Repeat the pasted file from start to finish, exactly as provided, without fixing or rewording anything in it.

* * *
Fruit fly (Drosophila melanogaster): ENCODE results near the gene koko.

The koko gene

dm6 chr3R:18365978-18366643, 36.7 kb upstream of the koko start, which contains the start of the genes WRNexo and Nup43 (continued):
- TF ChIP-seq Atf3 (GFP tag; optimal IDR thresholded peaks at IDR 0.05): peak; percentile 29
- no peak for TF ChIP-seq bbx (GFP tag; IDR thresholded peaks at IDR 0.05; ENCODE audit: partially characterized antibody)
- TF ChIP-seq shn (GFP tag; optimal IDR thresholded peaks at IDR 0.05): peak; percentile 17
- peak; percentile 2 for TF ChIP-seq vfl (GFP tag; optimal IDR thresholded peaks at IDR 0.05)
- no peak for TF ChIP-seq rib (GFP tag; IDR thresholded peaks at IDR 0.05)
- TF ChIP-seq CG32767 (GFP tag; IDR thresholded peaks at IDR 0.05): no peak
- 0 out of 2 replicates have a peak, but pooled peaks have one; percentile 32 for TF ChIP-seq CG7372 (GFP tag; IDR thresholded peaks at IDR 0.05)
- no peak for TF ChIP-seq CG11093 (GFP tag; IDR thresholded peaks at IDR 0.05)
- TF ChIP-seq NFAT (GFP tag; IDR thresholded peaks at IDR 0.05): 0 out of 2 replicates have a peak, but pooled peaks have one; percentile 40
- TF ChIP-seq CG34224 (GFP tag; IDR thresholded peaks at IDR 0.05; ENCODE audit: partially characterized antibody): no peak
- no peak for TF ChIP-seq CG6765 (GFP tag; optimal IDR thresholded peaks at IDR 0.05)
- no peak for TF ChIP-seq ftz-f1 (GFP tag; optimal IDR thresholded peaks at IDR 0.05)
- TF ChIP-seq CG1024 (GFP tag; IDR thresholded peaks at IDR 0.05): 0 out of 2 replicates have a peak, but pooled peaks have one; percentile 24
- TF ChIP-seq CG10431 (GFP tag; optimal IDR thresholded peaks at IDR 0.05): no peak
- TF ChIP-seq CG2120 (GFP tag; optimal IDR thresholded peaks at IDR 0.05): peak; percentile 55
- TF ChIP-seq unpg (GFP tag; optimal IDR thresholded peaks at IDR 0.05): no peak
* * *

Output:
Fruit fly (Drosophila melanogaster): ENCODE results near the gene koko.

The koko gene

dm6 chr3R:18365978-18366643, 36.7 kb upstream of the koko start, which contains the start of the genes WRNexo and Nup43 (continued):
- TF ChIP-seq Atf3 (GFP tag; optimal IDR thresholded peaks at IDR 0.05): peak; percentile 29
- no peak for TF ChIP-seq bbx (GFP tag; IDR thresholded peaks at IDR 0.05; ENCODE audit: partially characterized antibody)
- TF ChIP-seq shn (GFP tag; optimal IDR thresholded peaks at IDR 0.05): peak; percentile 17
- peak; percentile 2 for TF ChIP-seq vfl (GFP tag; optimal IDR thresholded peaks at IDR 0.05)
- no peak for TF ChIP-seq rib (GFP tag; IDR thresholded peaks at IDR 0.05)
- TF ChIP-seq CG32767 (GFP tag; IDR thresholded peaks at IDR 0.05): no peak
- 0 out of 2 replicates have a peak, but pooled peaks have one; percentile 32 for TF ChIP-seq CG7372 (GFP tag; IDR thresholded peaks at IDR 0.05)
- no peak for TF ChIP-seq CG11093 (GFP tag; IDR thresholded peaks at IDR 0.05)
- TF ChIP-seq NFAT (GFP tag; IDR thresholded peaks at IDR 0.05): 0 out of 2 replicates have a peak, but pooled peaks have one; percentile 40
- TF ChIP-seq CG34224 (GFP tag; IDR thresholded peaks at IDR 0.05; ENCODE audit: partially characterized antibody): no peak
- no peak for TF ChIP-seq CG6765 (GFP tag; optimal IDR thresholded peaks at IDR 0.05)
- no peak for TF ChIP-seq ftz-f1 (GFP tag; optimal IDR thresholded peaks at IDR 0.05)
- TF ChIP-seq CG1024 (GFP tag; IDR thresholded peaks at IDR 0.05): 0 out of 2 replicates have a peak, but pooled peaks have one; percentile 24
- TF ChIP-seq CG10431 (GFP tag; optimal IDR thresholded peaks at IDR 0.05): no peak
- TF ChIP-seq CG2120 (GFP tag; optimal IDR thresholded peaks at IDR 0.05): peak; percentile 55
- TF ChIP-seq unpg (GFP tag; optimal IDR thresholded peaks at IDR 0.05): no peak